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Interleaving as a term in "real world" video editing means (although slightly incorrectly) setting a value on how often the audio and video streams in one file are "synchronized".
As a typical video file, whether it is using AVI or some other container format for it, comes in one physical file that includes minimum of two streams -- one for audio and one for video -- the file itself actually "cheats" the video player to believe that it has two separate files available. This means that, in, for example, 10ms interleaving case, every other 10 milliseconds would actually contain audio and every other 10 milliseconds video. Thus, player actually delays the playback by at least 10 milliseconds to get the both data streams to it before it starts playing the file (in our example, it would wait to get (at least) 10 milliseconds' worth of data in, as it needs to buffer the audio that came in first before it can start playing the first frame of the video).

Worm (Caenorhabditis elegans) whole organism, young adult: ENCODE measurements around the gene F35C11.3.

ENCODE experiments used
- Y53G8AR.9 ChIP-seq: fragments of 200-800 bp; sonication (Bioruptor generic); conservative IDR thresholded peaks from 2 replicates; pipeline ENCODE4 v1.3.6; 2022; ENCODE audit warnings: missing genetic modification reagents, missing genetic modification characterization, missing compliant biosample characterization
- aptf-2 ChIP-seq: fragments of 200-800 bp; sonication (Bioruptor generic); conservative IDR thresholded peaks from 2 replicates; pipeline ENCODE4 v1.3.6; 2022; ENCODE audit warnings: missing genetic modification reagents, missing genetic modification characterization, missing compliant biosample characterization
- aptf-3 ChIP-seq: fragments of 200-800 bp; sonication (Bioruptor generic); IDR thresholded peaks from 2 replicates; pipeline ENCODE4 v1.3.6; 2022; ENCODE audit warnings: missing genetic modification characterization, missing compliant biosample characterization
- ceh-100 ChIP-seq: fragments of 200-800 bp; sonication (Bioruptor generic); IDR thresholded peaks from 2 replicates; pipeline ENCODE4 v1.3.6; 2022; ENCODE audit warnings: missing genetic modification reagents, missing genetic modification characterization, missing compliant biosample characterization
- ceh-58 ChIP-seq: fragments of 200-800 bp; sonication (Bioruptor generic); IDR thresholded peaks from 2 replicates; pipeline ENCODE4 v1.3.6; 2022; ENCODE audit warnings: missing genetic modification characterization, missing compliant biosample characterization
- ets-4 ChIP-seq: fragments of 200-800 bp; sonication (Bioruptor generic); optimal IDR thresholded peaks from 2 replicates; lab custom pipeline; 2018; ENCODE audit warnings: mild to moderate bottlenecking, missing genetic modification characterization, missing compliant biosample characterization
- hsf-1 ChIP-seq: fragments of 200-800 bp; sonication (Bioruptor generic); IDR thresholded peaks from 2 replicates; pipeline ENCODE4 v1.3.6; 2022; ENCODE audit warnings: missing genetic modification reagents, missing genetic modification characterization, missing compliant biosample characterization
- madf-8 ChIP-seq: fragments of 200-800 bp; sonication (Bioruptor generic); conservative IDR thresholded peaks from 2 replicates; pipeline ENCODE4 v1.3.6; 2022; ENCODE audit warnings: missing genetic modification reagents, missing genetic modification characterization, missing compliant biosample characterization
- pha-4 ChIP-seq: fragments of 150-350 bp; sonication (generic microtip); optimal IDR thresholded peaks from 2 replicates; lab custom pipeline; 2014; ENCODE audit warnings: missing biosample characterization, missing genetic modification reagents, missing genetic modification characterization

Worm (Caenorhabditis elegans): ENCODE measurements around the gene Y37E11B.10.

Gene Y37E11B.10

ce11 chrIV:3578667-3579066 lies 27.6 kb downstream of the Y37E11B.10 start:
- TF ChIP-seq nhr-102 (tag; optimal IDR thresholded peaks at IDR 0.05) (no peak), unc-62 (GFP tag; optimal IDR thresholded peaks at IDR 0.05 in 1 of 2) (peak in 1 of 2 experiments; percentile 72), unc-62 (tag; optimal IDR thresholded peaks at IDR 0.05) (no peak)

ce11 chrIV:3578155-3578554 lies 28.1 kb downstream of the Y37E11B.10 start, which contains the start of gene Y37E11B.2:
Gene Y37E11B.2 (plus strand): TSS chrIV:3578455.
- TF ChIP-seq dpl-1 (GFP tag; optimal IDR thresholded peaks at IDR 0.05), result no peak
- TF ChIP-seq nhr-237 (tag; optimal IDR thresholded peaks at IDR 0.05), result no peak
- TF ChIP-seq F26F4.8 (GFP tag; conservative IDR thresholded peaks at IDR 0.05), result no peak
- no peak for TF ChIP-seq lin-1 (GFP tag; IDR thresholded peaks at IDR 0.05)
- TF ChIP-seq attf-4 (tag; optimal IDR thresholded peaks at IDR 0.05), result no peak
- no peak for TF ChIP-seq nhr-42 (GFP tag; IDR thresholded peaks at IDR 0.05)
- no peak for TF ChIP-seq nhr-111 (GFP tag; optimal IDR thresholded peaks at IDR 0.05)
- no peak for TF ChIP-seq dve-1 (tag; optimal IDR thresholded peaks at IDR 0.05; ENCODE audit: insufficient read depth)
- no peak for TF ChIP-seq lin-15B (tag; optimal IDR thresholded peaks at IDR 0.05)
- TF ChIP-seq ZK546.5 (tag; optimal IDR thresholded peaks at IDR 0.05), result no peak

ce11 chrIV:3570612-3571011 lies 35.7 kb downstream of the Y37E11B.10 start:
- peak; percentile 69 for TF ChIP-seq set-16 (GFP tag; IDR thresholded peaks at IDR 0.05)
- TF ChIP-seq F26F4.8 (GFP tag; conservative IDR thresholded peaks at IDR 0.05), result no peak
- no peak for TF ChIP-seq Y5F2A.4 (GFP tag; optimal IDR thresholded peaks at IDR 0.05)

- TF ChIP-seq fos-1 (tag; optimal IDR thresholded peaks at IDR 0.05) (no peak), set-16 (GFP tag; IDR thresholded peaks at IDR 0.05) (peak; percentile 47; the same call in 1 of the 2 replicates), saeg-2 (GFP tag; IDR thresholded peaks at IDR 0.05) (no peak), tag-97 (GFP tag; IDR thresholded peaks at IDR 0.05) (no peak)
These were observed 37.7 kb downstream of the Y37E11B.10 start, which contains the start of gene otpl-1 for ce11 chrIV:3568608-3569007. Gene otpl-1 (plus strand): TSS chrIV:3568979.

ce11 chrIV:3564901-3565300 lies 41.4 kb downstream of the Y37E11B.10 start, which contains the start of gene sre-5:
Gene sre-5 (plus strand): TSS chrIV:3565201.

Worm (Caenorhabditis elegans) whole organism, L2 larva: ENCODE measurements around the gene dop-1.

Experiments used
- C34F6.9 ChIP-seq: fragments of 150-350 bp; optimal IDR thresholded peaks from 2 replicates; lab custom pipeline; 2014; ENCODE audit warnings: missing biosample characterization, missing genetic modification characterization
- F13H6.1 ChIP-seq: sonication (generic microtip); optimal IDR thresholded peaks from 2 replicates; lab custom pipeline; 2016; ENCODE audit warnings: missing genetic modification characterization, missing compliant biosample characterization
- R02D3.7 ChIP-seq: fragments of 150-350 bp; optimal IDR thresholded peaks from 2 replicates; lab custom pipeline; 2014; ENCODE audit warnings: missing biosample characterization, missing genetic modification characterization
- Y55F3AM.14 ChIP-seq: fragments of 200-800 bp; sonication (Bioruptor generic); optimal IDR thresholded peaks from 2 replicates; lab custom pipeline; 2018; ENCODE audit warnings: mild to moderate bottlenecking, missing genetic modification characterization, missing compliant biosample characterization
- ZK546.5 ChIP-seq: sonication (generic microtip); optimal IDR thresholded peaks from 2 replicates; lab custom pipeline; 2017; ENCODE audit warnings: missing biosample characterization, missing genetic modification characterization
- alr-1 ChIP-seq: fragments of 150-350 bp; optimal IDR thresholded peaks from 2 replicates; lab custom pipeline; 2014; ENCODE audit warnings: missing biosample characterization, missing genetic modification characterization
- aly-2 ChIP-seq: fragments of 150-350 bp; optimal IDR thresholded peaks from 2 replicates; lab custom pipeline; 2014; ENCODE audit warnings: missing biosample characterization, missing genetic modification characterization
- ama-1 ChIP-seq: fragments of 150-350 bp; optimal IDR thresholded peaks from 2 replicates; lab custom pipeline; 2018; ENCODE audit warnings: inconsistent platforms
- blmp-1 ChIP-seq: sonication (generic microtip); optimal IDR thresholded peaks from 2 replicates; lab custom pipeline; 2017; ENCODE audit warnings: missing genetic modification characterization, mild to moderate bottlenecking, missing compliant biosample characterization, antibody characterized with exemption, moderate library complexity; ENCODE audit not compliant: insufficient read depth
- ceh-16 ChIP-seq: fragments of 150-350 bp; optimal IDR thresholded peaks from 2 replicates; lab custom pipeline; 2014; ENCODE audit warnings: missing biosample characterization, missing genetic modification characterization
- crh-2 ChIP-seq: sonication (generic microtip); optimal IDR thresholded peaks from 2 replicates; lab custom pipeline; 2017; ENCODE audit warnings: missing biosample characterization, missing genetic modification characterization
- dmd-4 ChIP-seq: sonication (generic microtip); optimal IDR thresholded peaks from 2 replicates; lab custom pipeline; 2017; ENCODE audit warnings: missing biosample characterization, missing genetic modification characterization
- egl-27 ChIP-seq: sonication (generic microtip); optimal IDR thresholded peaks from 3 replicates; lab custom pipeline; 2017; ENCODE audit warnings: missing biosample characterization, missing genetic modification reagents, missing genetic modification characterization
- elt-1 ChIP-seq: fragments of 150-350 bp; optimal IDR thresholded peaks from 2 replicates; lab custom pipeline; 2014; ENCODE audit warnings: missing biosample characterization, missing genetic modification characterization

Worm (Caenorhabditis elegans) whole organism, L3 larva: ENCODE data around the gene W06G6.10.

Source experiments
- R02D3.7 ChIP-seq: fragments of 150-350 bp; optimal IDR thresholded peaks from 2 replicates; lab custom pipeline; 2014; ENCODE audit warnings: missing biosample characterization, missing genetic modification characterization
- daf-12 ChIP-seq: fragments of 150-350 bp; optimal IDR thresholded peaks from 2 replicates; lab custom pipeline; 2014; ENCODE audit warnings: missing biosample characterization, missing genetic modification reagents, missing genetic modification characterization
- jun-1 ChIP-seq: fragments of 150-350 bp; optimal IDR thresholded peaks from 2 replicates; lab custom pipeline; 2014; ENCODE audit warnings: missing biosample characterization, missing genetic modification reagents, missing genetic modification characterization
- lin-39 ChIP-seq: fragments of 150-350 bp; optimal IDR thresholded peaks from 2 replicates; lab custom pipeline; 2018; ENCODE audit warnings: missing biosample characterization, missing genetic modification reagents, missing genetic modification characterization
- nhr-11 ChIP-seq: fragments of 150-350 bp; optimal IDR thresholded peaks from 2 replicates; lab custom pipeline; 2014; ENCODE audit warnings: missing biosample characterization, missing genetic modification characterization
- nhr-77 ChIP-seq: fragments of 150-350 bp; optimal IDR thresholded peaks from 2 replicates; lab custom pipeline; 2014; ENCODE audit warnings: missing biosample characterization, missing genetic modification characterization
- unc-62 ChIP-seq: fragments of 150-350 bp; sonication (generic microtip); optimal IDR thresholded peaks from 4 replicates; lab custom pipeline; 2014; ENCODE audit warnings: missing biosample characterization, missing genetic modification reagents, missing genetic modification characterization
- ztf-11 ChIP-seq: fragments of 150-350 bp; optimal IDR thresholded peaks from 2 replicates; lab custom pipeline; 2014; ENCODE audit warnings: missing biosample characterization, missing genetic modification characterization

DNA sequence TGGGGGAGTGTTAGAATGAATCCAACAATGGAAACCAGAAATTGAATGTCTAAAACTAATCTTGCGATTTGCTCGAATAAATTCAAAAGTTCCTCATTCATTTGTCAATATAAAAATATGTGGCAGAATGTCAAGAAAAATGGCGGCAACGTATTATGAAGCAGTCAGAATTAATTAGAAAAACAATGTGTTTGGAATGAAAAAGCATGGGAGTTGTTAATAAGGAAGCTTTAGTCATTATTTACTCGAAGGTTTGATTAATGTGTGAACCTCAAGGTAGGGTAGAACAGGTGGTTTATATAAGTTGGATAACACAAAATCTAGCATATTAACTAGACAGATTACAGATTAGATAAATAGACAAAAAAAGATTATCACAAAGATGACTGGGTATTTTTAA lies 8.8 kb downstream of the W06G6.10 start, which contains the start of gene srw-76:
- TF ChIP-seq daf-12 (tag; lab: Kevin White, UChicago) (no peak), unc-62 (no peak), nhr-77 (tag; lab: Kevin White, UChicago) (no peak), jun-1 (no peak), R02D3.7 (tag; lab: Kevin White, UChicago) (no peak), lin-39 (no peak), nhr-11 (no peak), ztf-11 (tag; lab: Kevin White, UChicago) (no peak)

Interleaving settings for AVI files can be (relatively) easily changed with an excellent open source video editor called VirtualDub.